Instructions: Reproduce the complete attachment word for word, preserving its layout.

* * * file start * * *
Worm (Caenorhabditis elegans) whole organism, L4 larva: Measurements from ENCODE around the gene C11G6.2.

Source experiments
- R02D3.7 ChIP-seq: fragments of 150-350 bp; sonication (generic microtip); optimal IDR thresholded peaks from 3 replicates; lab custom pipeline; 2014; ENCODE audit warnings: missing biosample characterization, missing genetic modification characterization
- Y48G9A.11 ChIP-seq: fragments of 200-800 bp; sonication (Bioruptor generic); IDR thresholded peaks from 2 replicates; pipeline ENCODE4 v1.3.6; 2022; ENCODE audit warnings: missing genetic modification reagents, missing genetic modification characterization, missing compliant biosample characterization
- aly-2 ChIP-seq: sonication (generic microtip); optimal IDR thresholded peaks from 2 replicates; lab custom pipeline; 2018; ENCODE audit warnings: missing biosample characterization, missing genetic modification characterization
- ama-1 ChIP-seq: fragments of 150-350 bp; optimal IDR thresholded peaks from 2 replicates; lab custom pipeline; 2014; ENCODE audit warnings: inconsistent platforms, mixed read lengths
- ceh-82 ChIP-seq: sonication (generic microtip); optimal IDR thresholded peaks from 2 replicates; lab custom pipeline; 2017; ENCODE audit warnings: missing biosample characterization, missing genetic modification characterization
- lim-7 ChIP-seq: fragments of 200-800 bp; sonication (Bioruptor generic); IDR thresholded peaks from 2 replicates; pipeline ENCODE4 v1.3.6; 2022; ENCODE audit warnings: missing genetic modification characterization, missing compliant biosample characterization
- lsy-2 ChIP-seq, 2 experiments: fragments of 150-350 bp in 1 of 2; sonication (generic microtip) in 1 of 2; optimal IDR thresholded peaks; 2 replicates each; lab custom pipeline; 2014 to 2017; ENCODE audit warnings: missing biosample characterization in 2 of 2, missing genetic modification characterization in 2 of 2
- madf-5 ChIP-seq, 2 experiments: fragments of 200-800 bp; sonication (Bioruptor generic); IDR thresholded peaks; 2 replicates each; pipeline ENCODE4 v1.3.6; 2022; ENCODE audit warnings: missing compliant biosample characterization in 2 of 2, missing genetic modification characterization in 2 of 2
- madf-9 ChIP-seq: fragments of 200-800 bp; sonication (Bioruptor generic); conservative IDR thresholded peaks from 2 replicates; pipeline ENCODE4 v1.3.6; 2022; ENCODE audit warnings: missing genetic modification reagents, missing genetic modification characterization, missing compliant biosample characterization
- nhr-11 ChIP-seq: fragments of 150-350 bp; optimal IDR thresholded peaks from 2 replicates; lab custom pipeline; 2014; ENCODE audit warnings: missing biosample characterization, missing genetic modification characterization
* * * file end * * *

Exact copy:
Worm (Caenorhabditis elegans) whole organism, L4 larva: Measurements from ENCODE around the gene C11G6.2.

Source experiments
- R02D3.7 ChIP-seq: fragments of 150-350 bp; sonication (generic microtip); optimal IDR thresholded peaks from 3 replicates; lab custom pipeline; 2014; ENCODE audit warnings: missing biosample characterization, missing genetic modification characterization
- Y48G9A.11 ChIP-seq: fragments of 200-800 bp; sonication (Bioruptor generic); IDR thresholded peaks from 2 replicates; pipeline ENCODE4 v1.3.6; 2022; ENCODE audit warnings: missing genetic modification reagents, missing genetic modification characterization, missing compliant biosample characterization
- aly-2 ChIP-seq: sonication (generic microtip); optimal IDR thresholded peaks from 2 replicates; lab custom pipeline; 2018; ENCODE audit warnings: missing biosample characterization, missing genetic modification characterization
- ama-1 ChIP-seq: fragments of 150-350 bp; optimal IDR thresholded peaks from 2 replicates; lab custom pipeline; 2014; ENCODE audit warnings: inconsistent platforms, mixed read lengths
- ceh-82 ChIP-seq: sonication (generic microtip); optimal IDR thresholded peaks from 2 replicates; lab custom pipeline; 2017; ENCODE audit warnings: missing biosample characterization, missing genetic modification characterization
- lim-7 ChIP-seq: fragments of 200-800 bp; sonication (Bioruptor generic); IDR thresholded peaks from 2 replicates; pipeline ENCODE4 v1.3.6; 2022; ENCODE audit warnings: missing genetic modification characterization, missing compliant biosample characterization
- lsy-2 ChIP-seq, 2 experiments: fragments of 150-350 bp in 1 of 2; sonication (generic microtip) in 1 of 2; optimal IDR thresholded peaks; 2 replicates each; lab custom pipeline; 2014 to 2017; ENCODE audit warnings: missing biosample characterization in 2 of 2, missing genetic modification characterization in 2 of 2
- madf-5 ChIP-seq, 2 experiments: fragments of 200-800 bp; sonication (Bioruptor generic); IDR thresholded peaks; 2 replicates each; pipeline ENCODE4 v1.3.6; 2022; ENCODE audit warnings: missing compliant biosample characterization in 2 of 2, missing genetic modification characterization in 2 of 2
- madf-9 ChIP-seq: fragments of 200-800 bp; sonication (Bioruptor generic); conservative IDR thresholded peaks from 2 replicates; pipeline ENCODE4 v1.3.6; 2022; ENCODE audit warnings: missing genetic modification reagents, missing genetic modification characterization, missing compliant biosample characterization
- nhr-11 ChIP-seq: fragments of 150-350 bp; optimal IDR thresholded peaks from 2 replicates; lab custom pipeline; 2014; ENCODE audit warnings: missing biosample characterization, missing genetic modification characterization